The expansion is slated to finish off sometime in November or December of this year, Norman said.
In addition to more beds, the expansion includes new equipment, furniture, a family waiting area, and nurses’ station.
Children’s National Hospital in D.C. cares for patients in the NICU at Reston Hospital. Its program is composed of neonatologists and hospitalists in the nursery and delivery room.
Dulles Toll Road Ramp to Beltway Closed Overnight — “Between the hours of midnight and 5 a.m. starting Monday, June 5, and continuing nightly through Friday, June 9, 495 NEXT project crews will close the ramp from the westbound Dulles Toll Road to northbound I-495. The nightly ramp closure is necessary to safely allow crews to conduct joint repairs at the top of the ramp to the Beltway lanes.” [VDOT]
Metro Halves Fares for SNAP Recipients — “Low-income residents who are enrolled in SNAP benefits will qualify for a new Metro half-off fare discount. The program, called Metro Lift, starts June 20…The transit agency estimates more than 90,000 riders will benefit from Metro Lift, which is estimated to cost about $4 million, but is expected to generate an additional 1.6 million trips.” [DCist]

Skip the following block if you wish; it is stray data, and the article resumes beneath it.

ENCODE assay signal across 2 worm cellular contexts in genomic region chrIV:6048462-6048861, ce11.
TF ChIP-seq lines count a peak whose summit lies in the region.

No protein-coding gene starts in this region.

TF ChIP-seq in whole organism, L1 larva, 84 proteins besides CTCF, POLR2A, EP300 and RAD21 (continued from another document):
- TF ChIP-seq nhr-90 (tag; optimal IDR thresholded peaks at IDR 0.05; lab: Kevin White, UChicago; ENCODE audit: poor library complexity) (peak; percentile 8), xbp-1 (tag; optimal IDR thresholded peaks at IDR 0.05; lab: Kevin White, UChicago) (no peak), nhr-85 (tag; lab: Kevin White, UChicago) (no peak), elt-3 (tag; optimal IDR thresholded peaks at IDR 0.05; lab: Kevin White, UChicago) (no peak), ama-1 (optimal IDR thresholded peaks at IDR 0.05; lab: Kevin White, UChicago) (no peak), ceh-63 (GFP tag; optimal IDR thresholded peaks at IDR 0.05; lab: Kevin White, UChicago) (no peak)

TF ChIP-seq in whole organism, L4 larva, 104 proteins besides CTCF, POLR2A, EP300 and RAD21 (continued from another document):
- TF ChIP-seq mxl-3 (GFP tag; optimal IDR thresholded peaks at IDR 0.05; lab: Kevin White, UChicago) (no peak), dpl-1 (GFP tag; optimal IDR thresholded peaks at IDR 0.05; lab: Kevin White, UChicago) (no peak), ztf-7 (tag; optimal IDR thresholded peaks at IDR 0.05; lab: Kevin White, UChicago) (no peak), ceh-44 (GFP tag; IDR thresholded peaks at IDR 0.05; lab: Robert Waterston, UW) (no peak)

FCPS Seeks to Address Crowding at Glasgow MS — “Glasgow Middle School Principal Victor Powell is planning to implement several strategies to address overcrowded hallways and unsafe bathrooms at the school by fall 2023…Several parents said their students are afraid to go to the bathroom at school because of what goes on inside, such as fights, vaping, and vandalism.” [Annandale Today]
Tysons Hotelier Returns to Fortune 500 — “Hilton Worldwide Holdings Inc. (NASDAQ: MAR) jumped back this year into the Fortune 500 following a two-year absence, showing that demand for travel and accommodations continue to grow in a dramatic way since the depths of the Covid-19 pandemic.” A total of 19 D.C. area companies made the list, which is based on fiscal year revenue. [Washington Business Journal]
Capital Bikeshare Ridership Hits All-Time High — “Capital Bikeshare had its highest ridership month of all time in May with more than 428,000 rides, signaling a return to normalcy after the pandemic. It beats the previous record of 408,000 rides set back in September 2018.” [DCist]